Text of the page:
It became the Marx Brothers’ first feature film, released by Paramount Pictures in 1929, but it began as a Broadway musical in 1925, with book by George S. Kaufman and music and lyrics by Irving Berlin. Cocoanuts is a musical romantic comedy invaded by vaudeville. Adapted by Mark Bedard and Gregg Coffin, and directed by Melissa Rain Anderson, it opens this year’s Utah Shakespeare Festival with the type of slapstick romp that charms audiences every year.
A young man, Jamison (John Wascavage), has big plans for the future but can’t marry Polly (Anna Landy), the girl of his dreams (as well as a rich heiress) until he can prove his worth—currently he’s an overworked, underpaid bellhop. Their love affair is further complicated by Harvey Yates (Michael A. Harding), a middle-aged suitor from a pedigreed family who sees Polly as the answer to his accumulating debts; and Mrs. Potter (Kathleen M. Brady), the stuffy matriarch who is partial to Harvey and averse to scandals of any kind. The ensuing plot doesn’t add up to much and isn’t particularly important—there’s the case of a stolen necklace, an engagement party in Spanish costume, and a rigged real-estate auction gone awry—because it’s all a set up for the Marx Brothers’ humor and the tunes of Irving Berlin.
The Marx Brothers were established entertainers by the time Berlin and Kaufman created the musical—their physical humor, jumbled wordplay and oddball characters were all well-developed. Theirs was a type of vaudeville humor that might seem dated today, but either out of nostalgia (the festival audience tends to be disproportionately silver-haired) or pure enjoyment, the audience, a la Harpo, ate it up.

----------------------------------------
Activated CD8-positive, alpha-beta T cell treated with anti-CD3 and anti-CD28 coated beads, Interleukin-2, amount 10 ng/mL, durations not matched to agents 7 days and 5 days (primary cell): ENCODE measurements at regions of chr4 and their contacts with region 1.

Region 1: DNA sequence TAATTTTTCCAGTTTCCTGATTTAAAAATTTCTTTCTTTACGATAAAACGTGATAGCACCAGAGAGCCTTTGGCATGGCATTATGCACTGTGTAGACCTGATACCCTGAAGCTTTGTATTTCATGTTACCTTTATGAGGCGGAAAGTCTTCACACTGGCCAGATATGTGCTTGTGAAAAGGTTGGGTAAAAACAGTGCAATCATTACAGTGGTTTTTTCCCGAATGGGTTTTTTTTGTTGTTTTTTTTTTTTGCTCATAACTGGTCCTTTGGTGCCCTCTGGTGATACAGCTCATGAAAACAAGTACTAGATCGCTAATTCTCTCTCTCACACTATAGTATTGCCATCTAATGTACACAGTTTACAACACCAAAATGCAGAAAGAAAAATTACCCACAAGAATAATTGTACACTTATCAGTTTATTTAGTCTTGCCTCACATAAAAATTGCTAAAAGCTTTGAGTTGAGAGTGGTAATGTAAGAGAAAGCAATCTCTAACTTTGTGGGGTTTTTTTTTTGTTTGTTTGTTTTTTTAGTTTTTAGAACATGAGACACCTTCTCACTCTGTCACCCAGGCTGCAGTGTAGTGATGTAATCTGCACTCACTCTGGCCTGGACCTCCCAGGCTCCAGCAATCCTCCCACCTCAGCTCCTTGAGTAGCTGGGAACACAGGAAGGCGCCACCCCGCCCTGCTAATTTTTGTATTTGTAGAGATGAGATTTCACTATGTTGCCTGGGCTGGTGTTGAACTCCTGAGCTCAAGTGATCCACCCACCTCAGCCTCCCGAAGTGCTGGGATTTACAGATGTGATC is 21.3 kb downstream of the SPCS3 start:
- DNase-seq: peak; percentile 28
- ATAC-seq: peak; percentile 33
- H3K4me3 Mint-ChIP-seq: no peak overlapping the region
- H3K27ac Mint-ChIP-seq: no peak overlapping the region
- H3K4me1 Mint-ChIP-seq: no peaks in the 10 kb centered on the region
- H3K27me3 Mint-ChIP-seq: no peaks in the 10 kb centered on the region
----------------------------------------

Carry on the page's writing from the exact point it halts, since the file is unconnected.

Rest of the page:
Four of the Marx Brothers appear on the Randall L. Jones stage. Unless you’re an aficionado, you might not notice Wascavage’s Jamison as Zeppo Marx, younger brother to the more famous trio. But in the case of the trio, comparisons to the original will be hard to avoid: Jim Poulos lays heavy on the Italian accent for his role as Chico Marx and Tasso Feldman endears in the much-loved character of Harpo. It is John Plumpis as Groucho, however, who must carry the play, with his inverted wordplay and atrocious puns. He relishes the role, and made up for any opening-day fumbling with lines both ad libbed and localized — creating humor at the expense of the visiting governor, Gary Herbert, and the nearby town of Panguitch.
The comic troupe is fleshed out by Chris Mixon who makes an appearance or two as the fedora-clad Detective Henessey, frequently shirtless and not particularly hardboiled, Melinda Parrett as a shoulder-swaying, throaty seductress Penelope Martin and Josh Durfey, Nicki Elledge and Natasha Harris as a chorus of sorts, with their own comedic moments. Jo Winiarski’s charming set evokes the era of the boom and bust economy of 1920s Florida while adroitly incorporating a five-piece orchestra.
The Marx Brothers began as a musical group — they only stumbled into comedy — and the cast hits the musical notes as well as the comedic ones. It’s no easy task to inhabit the roles of much-loved icons, but by the end of the performance the players had embodied their roles so well, it was hard to recall the originals.
The Cocoanuts is at the Randall L. Jones Theatre on the Southern Utah University campus through October 15. For more info, visit bard.org.
The founder of Artists of Utah and editor of its online magazine, 15 Bytes, Shawn Rossiter has undergraduate degrees in English, French and Italian Literature and studied Comparative Literature in graduate school before pursuing a career in art.